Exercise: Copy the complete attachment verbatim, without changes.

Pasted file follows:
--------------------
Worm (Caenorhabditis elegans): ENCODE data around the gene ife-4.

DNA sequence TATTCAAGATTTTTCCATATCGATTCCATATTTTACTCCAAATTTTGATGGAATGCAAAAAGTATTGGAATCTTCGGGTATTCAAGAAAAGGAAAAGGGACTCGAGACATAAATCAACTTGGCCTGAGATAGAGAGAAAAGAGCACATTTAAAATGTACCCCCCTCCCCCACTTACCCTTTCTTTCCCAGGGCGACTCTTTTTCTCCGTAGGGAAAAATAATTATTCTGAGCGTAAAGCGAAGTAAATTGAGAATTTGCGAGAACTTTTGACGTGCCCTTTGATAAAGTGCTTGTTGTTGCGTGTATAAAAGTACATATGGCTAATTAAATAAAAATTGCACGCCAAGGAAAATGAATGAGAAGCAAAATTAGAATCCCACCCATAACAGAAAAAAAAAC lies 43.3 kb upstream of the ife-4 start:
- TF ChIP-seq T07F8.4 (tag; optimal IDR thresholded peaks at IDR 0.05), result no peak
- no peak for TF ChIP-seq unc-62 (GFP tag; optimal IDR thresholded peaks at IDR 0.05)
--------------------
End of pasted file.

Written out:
Worm (Caenorhabditis elegans): ENCODE data around the gene ife-4.

DNA sequence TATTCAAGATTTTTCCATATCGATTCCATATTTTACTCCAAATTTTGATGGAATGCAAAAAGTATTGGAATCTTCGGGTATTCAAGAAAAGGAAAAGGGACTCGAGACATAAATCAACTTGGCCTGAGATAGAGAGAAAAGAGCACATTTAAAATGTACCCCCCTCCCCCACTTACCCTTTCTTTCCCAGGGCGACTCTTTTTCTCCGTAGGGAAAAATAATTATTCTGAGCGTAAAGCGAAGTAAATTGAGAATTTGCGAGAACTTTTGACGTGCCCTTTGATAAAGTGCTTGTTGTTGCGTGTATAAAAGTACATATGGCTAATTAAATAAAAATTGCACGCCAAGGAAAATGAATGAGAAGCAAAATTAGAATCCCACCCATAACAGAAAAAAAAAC lies 43.3 kb upstream of the ife-4 start:
- TF ChIP-seq T07F8.4 (tag; optimal IDR thresholded peaks at IDR 0.05), result no peak
- no peak for TF ChIP-seq unc-62 (GFP tag; optimal IDR thresholded peaks at IDR 0.05)